Burnaby Mountain city's top-ranked public school: Fraser Institute

Burnaby school board chair Baljinder Narang -
Burnaby school board chair Baljinder Narang
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When it comes to public schools, Burnaby Mountain secondary is the top-ranked high school in the city, according the Fraser Institute's annual rankings.

Mountain was ranked 83rd out of 284 schools provincewide with a score of 6.9 out of 10.

However, first place overall in Burnaby was the independent St. Thomas More Collegiate, which ranked 21st with a score of 8.3.

In third place was another private school, Carver Christian, which was 103rd with a 6.6 score. The top 10 overall rankings were all filled by independent schools led by York House and Crofton House in Vancouver and Southridge in Surrey in spots one to three respectively.

Among Burnaby schools, Burnaby North and Moscrop secondaries tied for fourth place with rankings of 107th and scores of 6.5. In sixth place, came Burnaby Central ranked 133rd provincewide with a 6.1 score. Burnaby South was seventh in the city, ranked 173rd with a 5.6 score.

Alpha and Cariboo Hill tied for eighth, with a 204th-place ranking and 5.2 score. The independent Deer Lake Seventh Day Adventist school was ranked 213th, with a 6.5 score. It was the first year in the rankings for the school, which has a Grade 12 enrollment of just 19 students.

In 11th and last spot among Burnaby schools is Byrne Creek secondary which ranked 251st out of 284 with a 4.3 score. The Edmonds-area school, whose neighbourhood includes numerous refugee and new immigrant residents, also has the highest proportion of English-as-a-second-language students (13.1 per cent), the second highest level of special needs students (9.2 per cent) and lowest average parental income ($44,300).

Produced by the right-leaning Fraser Institute, the annual report card is developed using several indicators including average marks in mandatory provincial exams and graduation rates.

Burnaby school board chair Baljinder Narang said the institute's rating system is too narrow to adequately compare schools.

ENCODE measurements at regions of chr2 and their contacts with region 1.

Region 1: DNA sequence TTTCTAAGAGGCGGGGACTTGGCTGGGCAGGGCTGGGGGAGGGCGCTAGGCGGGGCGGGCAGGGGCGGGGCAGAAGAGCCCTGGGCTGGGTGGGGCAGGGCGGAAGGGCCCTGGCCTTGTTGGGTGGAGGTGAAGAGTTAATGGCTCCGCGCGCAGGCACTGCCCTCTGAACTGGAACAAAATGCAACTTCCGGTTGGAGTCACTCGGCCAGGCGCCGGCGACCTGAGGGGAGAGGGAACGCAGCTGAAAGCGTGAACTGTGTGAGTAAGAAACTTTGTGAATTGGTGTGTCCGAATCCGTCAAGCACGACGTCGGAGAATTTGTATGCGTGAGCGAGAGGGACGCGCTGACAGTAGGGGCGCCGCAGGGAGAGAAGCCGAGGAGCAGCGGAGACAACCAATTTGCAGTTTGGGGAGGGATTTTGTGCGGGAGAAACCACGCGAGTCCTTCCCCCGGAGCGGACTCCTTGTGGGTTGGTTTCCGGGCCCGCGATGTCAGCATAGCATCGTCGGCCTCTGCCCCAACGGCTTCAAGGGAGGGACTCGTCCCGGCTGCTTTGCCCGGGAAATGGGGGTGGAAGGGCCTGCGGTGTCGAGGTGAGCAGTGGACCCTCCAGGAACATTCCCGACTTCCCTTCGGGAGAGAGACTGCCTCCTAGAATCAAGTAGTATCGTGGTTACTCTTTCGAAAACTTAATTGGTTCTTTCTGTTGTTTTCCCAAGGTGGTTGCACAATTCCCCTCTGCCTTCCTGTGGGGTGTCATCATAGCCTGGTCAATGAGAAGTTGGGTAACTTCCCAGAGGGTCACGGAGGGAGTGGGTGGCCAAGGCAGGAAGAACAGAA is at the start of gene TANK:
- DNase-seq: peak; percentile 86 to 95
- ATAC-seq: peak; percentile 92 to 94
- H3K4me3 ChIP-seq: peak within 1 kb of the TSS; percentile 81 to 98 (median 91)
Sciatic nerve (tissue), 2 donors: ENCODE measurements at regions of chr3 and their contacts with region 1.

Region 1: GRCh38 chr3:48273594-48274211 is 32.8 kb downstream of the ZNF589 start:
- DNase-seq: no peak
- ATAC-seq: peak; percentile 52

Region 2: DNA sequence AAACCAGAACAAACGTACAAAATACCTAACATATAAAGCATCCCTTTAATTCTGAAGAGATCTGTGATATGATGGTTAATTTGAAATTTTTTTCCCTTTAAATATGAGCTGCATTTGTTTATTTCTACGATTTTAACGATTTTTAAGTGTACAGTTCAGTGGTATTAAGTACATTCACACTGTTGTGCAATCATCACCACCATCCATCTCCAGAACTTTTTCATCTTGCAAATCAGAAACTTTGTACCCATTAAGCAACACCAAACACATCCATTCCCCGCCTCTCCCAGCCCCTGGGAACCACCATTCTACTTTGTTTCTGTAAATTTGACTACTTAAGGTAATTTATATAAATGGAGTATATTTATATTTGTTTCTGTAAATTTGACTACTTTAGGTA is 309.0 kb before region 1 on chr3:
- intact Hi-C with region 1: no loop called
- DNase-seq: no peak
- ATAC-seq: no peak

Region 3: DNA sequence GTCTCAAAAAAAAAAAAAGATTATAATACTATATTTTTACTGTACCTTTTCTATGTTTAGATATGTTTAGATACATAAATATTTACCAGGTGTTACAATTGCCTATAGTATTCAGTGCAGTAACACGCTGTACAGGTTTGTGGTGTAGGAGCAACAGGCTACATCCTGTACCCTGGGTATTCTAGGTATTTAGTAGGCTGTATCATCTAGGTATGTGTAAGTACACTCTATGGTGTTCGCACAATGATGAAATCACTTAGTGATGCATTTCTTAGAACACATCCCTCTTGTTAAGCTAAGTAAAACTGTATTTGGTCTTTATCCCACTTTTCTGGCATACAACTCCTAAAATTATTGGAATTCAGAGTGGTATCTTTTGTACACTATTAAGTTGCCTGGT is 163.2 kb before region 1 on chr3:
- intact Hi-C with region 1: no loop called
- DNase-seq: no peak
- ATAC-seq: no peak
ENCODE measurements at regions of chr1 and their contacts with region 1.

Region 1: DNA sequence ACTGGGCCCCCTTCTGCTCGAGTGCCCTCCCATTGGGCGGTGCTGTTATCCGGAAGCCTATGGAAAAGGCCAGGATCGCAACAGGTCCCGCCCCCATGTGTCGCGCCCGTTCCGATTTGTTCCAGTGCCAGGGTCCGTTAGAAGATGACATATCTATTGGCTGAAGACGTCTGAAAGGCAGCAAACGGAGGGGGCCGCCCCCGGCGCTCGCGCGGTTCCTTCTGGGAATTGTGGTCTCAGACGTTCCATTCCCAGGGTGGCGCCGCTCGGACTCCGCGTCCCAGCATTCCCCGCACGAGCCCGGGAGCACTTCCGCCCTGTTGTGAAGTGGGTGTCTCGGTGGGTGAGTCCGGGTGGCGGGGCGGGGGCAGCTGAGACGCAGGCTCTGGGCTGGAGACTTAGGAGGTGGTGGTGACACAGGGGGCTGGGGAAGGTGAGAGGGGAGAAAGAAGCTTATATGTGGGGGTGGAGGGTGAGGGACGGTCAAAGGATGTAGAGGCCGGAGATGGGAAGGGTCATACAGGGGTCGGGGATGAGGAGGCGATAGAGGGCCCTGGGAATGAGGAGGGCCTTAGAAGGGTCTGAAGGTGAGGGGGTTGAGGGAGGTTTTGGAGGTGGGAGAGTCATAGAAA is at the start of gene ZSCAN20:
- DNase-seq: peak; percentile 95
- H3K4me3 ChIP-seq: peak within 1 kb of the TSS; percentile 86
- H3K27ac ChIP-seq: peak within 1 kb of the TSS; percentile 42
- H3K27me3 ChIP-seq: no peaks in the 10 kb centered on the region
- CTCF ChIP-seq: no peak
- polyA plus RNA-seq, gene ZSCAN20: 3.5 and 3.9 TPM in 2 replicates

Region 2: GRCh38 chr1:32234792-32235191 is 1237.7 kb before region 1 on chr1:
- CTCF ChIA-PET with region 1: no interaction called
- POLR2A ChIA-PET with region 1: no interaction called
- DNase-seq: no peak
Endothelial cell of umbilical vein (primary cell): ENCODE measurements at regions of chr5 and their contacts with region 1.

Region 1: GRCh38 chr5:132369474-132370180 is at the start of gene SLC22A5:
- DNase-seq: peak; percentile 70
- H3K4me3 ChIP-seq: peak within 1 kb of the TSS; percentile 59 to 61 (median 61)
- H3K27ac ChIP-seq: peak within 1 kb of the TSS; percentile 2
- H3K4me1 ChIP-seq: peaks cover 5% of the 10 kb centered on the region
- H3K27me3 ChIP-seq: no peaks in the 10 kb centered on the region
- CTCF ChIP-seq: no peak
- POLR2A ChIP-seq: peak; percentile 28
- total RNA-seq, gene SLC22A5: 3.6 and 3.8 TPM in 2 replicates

For instance, three of the six mandatory exams used are in Grade 10 when students' education is incomplete, putting ESL students at a particular disadvantage which skews the data, Narang said.

She noted that Burnaby North ranked behind others but it's a sought-out school that's "bursting at the seams" as a result.

In the end, it's really a question of how one measures success, she said.

In Burnaby public schools, 67 per cent of students graduate and move on to post-secondary education, compared to the provincial average of 52 per cent, she said. Graduating students at Burnaby public schools have also received more than $5.6 million in scholarship offers, including to ivy-league schools such as Harvard University.

"I think student engagement has to be the key and our kids are engaged in our high schools," Narang said. "That is our success story, [but] it doesn't translate into the kind of numbers that statistics are showing."

Daniel Laitsch, associate professor of education at Simon Fraser University said of the rankings, "I don't think they're a whole lot of use when we're talking about the school-quality conversation."

The formula used in the rankings favours private schools which grant admission at least partly based on students' scores on standardized tests, Laitsch said. "Certainly for the way the Fraser Institute calculates things, independent schools have a statistical advantage because they do have that competitive admission process."

As for how parents can best determine what school is best for their child, he suggested they speak with a school's principal and see if it's a friendly, comfortable place to be.

"It's one of those things where we would like to have an easy answer, but really there is no easy answer other than taking the time to go and experience the school and the teachers and the place itself," Laitsch said.

"We wouldn't buy a house based on just its price. We would actually go and look at the house."

In general, B.C. has a "high quality education system," he said.

"In many respects I think people are worried about things that, in the grand scheme of life aren't going to make that big of a difference to how their students do."

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